Effect of Denture-Related Stomatitis Fluconazole Treatment on Oral
Candida albicans Susceptibility Profile and Genotypic Variability
Maria Helena Figueiral *, 1, Patrícia Fonseca 1, Maria Manuel Lopes 2, Eugénia Pinto 3, Teresa Pereira-Leite 4, Benedita Sampaio-Maia 1, 5
1 Faculty of Dentistry, Universidade do Porto, Portugal
2 Department of Microbiology, Faculty of Pharmacy, Lisbon University, Portugal
3 CEQUIMED/CIIMAR, Microbiology Service, Biological Sciences Department, Faculty of Pharmacy, Universidade do Porto, Portugal
4 USF-Alcaides, Portugal
5 INEB/I3S - Instituto de Engenharia Biomédica, Instituto de Investigação e Inovação em Saúde, Universidade do Por-to, Portugal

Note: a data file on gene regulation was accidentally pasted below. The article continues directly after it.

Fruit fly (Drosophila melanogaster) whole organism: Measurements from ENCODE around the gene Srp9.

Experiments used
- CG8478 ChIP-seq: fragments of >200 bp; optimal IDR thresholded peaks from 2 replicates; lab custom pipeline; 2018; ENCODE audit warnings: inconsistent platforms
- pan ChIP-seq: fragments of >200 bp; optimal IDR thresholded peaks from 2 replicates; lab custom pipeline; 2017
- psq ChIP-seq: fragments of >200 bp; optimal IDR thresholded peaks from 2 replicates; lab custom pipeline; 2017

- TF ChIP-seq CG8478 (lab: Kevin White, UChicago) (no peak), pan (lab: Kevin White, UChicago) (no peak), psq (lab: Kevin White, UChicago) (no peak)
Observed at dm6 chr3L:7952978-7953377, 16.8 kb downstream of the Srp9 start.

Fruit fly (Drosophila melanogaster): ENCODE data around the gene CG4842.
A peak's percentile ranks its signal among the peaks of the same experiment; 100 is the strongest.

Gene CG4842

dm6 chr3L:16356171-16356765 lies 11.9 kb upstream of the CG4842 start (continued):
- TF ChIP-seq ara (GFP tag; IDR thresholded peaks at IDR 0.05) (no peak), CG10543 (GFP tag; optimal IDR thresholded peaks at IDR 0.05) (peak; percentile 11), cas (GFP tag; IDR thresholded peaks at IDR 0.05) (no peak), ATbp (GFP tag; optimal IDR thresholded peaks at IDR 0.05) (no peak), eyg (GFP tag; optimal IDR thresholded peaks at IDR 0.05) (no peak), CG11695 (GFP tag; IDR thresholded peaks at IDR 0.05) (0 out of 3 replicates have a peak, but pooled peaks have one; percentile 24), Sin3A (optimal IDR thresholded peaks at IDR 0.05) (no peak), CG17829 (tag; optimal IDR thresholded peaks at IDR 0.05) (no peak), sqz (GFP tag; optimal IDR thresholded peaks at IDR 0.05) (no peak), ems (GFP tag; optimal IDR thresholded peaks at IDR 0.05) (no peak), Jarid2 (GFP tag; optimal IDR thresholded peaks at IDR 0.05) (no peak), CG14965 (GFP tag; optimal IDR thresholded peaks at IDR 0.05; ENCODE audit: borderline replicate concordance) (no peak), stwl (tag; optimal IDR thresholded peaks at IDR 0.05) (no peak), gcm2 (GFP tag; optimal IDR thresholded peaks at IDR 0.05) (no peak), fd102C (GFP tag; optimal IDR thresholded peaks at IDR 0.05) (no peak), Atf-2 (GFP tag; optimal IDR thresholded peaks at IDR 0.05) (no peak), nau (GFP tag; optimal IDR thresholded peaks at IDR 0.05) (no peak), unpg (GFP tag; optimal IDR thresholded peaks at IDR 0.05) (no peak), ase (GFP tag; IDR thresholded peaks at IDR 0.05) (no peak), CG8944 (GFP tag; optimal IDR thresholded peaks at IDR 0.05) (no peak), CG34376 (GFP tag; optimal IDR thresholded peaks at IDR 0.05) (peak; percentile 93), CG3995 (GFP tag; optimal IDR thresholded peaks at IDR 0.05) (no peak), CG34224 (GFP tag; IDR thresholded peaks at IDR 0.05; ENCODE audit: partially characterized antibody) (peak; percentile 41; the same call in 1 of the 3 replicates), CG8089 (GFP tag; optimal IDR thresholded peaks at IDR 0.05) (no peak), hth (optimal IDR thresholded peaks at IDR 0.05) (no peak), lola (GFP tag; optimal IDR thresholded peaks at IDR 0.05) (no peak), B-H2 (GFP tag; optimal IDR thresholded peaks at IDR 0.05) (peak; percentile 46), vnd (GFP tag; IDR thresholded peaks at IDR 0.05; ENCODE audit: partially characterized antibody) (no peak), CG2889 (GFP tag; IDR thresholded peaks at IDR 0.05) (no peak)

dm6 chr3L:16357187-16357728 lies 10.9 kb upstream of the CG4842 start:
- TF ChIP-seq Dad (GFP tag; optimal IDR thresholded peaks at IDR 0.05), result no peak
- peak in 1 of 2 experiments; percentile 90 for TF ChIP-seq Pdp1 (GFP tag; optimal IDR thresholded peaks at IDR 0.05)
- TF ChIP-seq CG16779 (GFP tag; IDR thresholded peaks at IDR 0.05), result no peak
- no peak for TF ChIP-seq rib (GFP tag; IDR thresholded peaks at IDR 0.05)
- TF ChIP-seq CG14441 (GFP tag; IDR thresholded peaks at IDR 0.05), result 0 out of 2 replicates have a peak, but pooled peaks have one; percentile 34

Denture-related stomatitis (DRS) is the most common condition affecting removable-denture wearers, and Candida albicans the most frequent pathogenic agent. Systemic antifungal treatment is indicated but recurrences are frequent. The aim of this study was to characterize the oral load, fluconazole susceptibility profile and genotypic variability of oral C. albicans isolates from patients with DRS before (T0), immediately after fluconazole treatment (Tat) and after 6-months follow-up (T6m). Eighteen patients presenting DRS and treated with fluconazole were followed at the Faculty of Dentistry of Oporto University. Seventy C. albicans isolates were obtained and identified using standard cultural and biochemical multi-testing. Fluconazole susceptibility was tested by E-test®. Microsatellite-primed PCR was performed to assess the genotypic variability of C. albicans isolates. The patients’ mean age was 58.0±3.2 years, and 55.6%/44.4% had total/partial dentures. Before treatment, 22.2%, 44.4% and 33.3% of the patients presented DRS type I, II or III, respectively. Fluconazole treatment healed or improved DRS in 77.8% of the patients, accompanied by an 83.5% reduction in oral C. albicans load. However, after 6-months, oral C. albicans load increased significantly and DRS severity was similar to the one observed before treatment. Moreover, the prevalence of patients presenting fluconazole resistant isolates of C. albicans increased significantly throughout the study: T0-5.6%, Tat-10.0% and T6m-42.9%. A change in the genotypic variability of C. albicans isolates was also verified, being mostly associated to fluconazole susceptibility profile change. In conclusion, fluconazole presents a good short-term DRS treatment efficiency, but may be associated to a long-term emergence of C. albicans fluconazole resistance.
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